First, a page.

According to multiple polls, around 70% of Americans support the legalization of marijuana for adult use. And, marijuana is legal, at least for medical use, in the majority of U.S. states – and the total number of states where it is legal keeps growing. Currently, legalization advocates are making their case before the Wisconsin legislature.
It seems clear that Americans’ views about marijuana have changed dramatically since before 2012, when Washington state and Colorado first legalized weed. With that being the case, you might expect that arrests for mere possession of marijuana would have dropped off nationwide.
That isn’t happening. While possession of a small amount of marijuana is now completely legal in 18 states and Washington, D.C., the other states and the federal government seem to have stepped up enforcement of marijuana possession.
In fact, according to a 2020 report by the ACLU, more people are arrested in the U.S. for marijuana than any other drug. But surely, those people are being arrested for underage possession or for more serious crimes like distribution or trafficking, right?
No. Almost 90% of marijuana arrests are still for adult possession. In most states, possession is only charged when the person has less than three ounces of marijuana. If they have more, they are typically charged with possession with intent to distribute. In other words, we’re talking about 90% of all marijuana arrests involving people with very small amounts of weed.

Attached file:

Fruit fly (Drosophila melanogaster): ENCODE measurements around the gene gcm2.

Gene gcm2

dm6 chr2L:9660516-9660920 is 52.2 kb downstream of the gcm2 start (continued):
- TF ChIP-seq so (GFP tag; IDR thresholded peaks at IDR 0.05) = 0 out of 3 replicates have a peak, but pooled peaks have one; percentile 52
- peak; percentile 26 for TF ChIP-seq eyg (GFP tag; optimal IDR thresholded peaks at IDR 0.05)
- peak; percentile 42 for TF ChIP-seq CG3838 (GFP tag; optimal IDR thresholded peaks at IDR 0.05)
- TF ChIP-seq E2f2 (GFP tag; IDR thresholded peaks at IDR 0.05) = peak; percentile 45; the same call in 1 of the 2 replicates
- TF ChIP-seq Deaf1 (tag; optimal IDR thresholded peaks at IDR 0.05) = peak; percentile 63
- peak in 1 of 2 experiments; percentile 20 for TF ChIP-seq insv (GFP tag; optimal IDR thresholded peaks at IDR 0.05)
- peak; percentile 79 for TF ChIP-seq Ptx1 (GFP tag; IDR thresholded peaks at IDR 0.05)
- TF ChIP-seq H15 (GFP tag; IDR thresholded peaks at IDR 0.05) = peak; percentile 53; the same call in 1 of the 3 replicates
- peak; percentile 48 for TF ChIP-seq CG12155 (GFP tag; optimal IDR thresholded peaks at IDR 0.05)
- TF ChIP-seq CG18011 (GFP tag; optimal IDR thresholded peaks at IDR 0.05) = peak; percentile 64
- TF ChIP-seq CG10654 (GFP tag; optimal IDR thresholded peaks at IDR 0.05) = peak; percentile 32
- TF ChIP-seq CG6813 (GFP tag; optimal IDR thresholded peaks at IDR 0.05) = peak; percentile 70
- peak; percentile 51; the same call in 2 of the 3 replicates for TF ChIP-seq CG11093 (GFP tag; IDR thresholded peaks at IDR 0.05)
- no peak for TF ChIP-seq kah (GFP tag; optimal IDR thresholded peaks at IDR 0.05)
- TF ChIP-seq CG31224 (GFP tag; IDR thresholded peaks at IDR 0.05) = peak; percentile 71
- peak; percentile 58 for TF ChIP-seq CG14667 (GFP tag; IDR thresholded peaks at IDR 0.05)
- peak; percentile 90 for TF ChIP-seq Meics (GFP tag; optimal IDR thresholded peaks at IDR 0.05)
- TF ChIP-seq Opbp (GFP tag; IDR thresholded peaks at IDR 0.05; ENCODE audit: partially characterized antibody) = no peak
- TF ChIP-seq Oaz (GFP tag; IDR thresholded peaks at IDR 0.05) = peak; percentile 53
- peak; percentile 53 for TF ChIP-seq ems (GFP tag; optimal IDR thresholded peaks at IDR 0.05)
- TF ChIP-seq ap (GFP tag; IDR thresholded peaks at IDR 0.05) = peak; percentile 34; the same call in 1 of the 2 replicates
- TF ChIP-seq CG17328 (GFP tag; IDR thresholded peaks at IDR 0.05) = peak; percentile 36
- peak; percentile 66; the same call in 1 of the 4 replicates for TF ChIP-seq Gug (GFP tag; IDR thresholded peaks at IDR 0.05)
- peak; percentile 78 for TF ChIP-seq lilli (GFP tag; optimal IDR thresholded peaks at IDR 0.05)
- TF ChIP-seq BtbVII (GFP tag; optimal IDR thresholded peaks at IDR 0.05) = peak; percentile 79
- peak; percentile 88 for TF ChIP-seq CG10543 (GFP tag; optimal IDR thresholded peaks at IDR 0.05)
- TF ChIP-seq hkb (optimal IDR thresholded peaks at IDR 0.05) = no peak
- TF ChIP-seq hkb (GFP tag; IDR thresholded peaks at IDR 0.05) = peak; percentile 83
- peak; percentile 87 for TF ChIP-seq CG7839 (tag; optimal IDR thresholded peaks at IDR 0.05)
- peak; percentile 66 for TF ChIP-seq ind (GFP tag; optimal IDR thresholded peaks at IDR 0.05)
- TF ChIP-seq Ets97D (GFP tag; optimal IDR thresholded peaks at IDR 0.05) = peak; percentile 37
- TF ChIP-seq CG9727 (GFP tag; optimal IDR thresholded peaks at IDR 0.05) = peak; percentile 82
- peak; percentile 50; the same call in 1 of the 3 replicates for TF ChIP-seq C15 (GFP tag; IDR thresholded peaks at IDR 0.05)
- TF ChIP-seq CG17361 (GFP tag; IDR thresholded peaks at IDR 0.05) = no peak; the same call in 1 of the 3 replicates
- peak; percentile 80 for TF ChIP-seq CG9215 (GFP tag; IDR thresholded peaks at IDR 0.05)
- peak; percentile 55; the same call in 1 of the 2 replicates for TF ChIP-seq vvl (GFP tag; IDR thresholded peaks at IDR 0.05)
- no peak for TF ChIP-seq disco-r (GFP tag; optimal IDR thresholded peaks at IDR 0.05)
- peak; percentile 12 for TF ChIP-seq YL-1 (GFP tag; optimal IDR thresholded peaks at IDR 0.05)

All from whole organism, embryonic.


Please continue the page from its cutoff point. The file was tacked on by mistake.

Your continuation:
How does that compare with all drug arrests? According to the ACLU report, about 39 of every 100 drug arrests in the U.S. are for mere possession of marijuana. That’s still an improvement from the prior decade, when the arrest rate for marijuana was even more shocking.
Moreover, the ACLU has repeatedly found massive racial disparities in these arrests, with Black and Latino people being arrested at much higher rates than white people, even though people of all races use marijuana at approximately the same rate.
Are people still being charged with possession as a federal offense? Yes. The number of possession-only federal convictions is nominal, but not zero.
Weed possession arrests are still the No. 1 way for people to come into contact with law enforcement
We may think we’ve made progress, and we have. Unfortunately, mere possession of weed by an adult is still an extremely common first offense. People are being hassled, arrested, charged and convicted of crimes with serious penalties, all because they smoke a drug that a large majority of Americans think should be legal.
People’s lives are being ruined. It appears that this is occurring not because they use weed, but by law enforcement related to weed. Isn’t it time for the police to prioritize other crimes?